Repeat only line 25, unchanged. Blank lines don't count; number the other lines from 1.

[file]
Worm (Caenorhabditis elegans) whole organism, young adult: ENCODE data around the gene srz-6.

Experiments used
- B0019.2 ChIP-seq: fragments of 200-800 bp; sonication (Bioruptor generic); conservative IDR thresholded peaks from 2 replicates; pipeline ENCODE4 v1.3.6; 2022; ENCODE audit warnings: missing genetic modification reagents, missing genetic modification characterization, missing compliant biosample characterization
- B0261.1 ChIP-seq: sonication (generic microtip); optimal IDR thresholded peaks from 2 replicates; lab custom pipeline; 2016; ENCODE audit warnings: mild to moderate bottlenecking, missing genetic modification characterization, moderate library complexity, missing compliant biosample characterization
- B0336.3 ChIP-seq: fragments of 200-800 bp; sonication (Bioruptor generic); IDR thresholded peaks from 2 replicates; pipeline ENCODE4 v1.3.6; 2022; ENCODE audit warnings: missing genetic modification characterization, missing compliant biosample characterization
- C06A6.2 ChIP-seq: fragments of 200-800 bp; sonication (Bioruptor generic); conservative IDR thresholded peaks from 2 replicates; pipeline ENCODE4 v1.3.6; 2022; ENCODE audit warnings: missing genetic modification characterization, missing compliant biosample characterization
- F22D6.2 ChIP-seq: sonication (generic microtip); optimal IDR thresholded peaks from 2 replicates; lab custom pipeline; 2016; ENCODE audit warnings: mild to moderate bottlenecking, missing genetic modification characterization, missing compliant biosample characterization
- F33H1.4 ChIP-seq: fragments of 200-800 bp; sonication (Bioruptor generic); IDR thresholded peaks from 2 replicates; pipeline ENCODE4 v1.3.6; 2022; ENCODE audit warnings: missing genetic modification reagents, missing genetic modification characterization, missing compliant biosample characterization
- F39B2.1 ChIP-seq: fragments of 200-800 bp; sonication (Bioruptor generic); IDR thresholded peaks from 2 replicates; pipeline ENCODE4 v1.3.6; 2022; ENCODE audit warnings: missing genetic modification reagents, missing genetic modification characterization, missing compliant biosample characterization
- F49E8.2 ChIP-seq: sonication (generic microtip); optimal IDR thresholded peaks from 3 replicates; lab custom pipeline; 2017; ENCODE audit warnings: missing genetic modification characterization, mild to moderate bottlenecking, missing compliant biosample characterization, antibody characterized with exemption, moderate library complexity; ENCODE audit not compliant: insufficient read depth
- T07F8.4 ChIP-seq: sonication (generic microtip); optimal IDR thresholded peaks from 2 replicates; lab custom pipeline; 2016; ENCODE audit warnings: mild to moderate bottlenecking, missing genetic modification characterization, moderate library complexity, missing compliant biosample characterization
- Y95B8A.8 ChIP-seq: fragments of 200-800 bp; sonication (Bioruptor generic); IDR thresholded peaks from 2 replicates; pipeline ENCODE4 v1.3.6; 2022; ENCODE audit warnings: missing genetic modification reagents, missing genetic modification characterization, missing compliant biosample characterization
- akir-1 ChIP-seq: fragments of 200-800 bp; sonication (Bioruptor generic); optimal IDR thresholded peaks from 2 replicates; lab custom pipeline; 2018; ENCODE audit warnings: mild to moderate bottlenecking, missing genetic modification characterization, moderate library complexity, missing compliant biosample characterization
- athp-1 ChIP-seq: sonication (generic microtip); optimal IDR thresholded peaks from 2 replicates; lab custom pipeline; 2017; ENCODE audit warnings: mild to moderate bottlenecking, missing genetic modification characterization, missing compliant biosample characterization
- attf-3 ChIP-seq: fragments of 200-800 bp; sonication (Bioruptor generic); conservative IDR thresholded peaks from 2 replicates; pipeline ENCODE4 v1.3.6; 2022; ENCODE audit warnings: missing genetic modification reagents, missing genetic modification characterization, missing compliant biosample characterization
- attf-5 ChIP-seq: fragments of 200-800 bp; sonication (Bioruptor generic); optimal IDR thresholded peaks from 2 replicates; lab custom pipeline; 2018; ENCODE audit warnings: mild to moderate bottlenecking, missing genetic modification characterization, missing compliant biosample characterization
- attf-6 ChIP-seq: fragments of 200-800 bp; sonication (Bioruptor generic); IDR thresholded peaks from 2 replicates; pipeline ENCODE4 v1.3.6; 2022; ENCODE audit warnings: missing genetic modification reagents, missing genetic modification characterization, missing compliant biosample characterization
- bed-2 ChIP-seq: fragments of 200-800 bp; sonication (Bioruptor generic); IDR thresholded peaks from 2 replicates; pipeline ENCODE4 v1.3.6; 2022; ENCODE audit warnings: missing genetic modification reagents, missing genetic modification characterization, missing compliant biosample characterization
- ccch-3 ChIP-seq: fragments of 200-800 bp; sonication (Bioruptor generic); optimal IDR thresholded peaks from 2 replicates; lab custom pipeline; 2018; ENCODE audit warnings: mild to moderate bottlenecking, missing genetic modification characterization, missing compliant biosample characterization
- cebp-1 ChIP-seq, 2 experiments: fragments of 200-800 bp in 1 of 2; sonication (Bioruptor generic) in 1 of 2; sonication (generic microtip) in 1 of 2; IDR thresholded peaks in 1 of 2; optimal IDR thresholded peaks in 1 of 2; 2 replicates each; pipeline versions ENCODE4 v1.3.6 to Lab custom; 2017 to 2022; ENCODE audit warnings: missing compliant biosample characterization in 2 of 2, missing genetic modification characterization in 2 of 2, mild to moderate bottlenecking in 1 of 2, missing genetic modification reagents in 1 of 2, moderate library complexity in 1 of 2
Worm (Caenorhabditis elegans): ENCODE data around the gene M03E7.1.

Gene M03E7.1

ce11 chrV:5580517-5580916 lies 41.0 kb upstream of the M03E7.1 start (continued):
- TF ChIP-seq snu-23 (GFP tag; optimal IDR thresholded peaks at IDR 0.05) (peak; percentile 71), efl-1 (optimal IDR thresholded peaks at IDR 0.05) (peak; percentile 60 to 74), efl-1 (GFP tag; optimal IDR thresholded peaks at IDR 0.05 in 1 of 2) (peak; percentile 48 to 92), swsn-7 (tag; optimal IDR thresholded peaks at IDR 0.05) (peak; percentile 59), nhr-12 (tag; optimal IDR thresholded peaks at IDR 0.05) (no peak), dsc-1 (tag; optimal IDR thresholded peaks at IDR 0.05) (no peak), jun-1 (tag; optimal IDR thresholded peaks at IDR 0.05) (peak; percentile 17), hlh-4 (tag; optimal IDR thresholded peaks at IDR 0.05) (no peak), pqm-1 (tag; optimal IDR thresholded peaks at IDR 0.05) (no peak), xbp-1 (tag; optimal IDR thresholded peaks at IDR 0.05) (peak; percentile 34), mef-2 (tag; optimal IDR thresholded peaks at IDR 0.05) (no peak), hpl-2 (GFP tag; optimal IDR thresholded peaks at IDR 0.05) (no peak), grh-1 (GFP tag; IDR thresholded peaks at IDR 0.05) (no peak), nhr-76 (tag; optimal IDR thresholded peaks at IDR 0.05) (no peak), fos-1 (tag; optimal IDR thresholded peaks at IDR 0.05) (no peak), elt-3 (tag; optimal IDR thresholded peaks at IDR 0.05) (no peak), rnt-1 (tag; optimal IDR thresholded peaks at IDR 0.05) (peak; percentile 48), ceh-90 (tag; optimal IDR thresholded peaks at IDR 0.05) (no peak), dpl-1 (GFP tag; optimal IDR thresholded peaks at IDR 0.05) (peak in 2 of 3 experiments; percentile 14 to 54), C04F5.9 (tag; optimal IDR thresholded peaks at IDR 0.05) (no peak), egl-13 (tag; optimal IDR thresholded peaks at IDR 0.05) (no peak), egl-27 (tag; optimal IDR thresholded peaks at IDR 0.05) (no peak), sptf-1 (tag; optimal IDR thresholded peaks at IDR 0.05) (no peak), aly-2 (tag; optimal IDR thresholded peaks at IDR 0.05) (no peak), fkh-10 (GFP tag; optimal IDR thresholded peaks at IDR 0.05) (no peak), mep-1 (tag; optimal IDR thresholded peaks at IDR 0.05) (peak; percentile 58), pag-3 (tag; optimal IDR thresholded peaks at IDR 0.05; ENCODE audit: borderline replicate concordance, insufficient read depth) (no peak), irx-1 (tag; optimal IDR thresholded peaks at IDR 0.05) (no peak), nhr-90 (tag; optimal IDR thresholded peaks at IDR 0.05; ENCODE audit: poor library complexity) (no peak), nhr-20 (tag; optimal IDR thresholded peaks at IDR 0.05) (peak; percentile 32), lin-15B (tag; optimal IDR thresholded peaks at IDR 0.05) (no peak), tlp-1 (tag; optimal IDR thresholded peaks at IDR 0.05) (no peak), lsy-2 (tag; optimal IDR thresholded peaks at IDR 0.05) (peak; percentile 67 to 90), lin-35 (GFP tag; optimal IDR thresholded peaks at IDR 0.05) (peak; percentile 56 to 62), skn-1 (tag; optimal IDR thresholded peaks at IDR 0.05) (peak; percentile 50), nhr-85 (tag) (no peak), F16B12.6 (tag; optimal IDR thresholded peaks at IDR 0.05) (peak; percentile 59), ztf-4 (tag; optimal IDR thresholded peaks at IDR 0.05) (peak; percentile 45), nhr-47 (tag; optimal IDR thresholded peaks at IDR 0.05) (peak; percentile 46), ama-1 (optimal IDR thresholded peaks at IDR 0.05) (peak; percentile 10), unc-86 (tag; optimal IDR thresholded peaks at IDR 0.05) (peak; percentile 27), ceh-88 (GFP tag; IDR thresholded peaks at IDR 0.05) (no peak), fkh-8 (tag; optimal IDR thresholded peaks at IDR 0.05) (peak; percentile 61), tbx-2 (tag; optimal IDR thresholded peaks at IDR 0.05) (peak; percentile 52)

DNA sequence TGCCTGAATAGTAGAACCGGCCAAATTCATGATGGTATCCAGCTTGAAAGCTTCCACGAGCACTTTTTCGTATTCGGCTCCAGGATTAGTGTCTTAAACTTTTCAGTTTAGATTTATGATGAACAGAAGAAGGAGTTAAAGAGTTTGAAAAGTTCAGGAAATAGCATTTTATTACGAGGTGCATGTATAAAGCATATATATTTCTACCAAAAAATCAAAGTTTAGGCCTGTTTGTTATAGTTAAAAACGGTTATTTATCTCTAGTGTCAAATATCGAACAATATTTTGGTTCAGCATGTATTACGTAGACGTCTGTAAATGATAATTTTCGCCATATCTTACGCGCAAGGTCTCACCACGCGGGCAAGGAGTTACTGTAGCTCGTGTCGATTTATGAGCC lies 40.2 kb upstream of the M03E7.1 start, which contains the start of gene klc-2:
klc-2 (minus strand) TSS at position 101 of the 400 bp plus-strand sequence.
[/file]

DNA sequence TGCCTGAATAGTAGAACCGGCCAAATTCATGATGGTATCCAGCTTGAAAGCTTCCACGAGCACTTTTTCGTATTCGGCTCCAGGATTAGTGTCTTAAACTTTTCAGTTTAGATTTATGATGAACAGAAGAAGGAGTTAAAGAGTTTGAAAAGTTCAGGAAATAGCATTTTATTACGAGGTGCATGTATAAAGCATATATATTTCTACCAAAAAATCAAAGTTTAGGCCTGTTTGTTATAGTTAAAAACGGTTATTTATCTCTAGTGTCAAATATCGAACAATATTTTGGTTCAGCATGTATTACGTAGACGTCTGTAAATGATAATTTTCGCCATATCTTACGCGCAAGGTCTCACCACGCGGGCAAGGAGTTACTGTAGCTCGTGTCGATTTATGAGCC lies 40.2 kb upstream of the M03E7.1 start, which contains the start of gene klc-2: